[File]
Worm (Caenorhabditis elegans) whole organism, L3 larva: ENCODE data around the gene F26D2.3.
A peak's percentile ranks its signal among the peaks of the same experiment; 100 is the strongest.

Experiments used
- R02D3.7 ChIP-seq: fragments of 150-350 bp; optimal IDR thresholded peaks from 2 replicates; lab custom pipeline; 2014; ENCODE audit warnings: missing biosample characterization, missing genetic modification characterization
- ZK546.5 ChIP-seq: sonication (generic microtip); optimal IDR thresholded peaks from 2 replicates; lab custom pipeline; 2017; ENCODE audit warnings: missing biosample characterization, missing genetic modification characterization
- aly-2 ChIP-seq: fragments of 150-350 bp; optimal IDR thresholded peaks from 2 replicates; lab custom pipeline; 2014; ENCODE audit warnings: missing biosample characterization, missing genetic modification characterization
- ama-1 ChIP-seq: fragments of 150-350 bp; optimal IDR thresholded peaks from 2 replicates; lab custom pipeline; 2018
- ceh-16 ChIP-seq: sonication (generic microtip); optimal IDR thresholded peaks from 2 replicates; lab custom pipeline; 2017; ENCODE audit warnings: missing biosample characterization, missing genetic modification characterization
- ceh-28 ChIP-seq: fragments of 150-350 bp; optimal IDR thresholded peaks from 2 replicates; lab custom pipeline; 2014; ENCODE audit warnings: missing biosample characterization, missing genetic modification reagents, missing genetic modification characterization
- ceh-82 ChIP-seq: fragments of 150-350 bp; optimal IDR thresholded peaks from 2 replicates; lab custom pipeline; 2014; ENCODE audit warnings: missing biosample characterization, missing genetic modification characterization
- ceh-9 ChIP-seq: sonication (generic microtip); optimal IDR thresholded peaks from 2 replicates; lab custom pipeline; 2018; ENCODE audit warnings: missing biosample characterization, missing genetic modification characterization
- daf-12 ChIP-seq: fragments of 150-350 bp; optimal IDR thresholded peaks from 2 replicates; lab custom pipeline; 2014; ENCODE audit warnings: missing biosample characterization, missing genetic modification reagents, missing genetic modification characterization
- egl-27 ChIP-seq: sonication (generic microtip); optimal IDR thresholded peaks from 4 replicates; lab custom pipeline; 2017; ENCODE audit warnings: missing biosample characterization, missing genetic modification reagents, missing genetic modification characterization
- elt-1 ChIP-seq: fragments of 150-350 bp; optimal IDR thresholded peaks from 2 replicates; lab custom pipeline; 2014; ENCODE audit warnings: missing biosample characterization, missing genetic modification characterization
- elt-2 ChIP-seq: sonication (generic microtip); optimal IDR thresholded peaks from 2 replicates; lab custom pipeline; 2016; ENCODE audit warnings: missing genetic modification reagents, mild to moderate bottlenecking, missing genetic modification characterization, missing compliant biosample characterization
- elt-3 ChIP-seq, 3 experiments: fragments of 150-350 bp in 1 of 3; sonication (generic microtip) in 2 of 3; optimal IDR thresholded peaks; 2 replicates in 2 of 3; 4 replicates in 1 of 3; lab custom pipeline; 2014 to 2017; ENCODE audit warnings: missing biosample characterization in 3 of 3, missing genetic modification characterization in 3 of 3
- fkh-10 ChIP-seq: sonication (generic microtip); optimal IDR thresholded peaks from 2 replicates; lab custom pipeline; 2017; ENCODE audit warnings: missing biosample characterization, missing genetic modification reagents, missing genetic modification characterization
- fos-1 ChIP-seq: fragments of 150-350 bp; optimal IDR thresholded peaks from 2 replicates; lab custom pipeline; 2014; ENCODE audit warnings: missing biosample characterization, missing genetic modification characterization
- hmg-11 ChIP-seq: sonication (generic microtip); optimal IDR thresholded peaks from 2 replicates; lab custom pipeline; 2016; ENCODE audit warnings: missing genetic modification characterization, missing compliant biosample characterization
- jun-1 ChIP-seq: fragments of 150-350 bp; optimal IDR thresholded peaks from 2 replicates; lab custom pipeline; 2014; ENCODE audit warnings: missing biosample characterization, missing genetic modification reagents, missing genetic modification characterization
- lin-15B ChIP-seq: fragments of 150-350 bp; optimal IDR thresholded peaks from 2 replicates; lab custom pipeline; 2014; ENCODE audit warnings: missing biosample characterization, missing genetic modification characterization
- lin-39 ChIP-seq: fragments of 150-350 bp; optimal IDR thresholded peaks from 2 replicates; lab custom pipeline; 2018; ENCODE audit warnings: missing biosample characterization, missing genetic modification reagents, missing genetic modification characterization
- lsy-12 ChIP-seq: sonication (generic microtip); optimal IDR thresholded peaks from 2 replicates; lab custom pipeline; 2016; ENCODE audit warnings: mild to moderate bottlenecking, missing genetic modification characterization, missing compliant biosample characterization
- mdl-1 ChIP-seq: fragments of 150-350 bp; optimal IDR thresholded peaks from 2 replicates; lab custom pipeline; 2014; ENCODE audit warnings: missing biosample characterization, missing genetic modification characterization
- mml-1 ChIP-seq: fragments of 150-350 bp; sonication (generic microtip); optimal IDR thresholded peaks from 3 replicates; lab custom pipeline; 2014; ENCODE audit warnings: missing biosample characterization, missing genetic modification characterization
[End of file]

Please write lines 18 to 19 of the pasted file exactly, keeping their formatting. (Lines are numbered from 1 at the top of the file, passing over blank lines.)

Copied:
- fos-1 ChIP-seq: fragments of 150-350 bp; optimal IDR thresholded peaks from 2 replicates; lab custom pipeline; 2014; ENCODE audit warnings: missing biosample characterization, missing genetic modification characterization
- hmg-11 ChIP-seq: sonication (generic microtip); optimal IDR thresholded peaks from 2 replicates; lab custom pipeline; 2016; ENCODE audit warnings: missing genetic modification characterization, missing compliant biosample characterization